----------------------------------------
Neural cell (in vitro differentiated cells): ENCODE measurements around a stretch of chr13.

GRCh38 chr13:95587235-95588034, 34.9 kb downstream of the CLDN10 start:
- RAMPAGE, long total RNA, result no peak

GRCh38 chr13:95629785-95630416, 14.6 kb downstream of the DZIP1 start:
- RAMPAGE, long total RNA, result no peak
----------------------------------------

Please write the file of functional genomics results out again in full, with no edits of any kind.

Neural cell (in vitro differentiated cells): ENCODE measurements around a stretch of chr13.

GRCh38 chr13:95587235-95588034, 34.9 kb downstream of the CLDN10 start:
- RAMPAGE, long total RNA, result no peak

GRCh38 chr13:95629785-95630416, 14.6 kb downstream of the DZIP1 start:
- RAMPAGE, long total RNA, result no peak